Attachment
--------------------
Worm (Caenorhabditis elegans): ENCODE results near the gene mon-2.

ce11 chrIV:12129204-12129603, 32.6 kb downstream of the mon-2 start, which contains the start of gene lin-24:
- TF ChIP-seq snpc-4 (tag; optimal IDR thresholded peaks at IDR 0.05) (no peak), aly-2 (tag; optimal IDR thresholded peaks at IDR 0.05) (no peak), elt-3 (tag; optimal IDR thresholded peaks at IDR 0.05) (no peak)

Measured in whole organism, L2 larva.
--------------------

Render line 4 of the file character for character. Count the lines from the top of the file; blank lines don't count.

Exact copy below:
Measured in whole organism, L2 larva.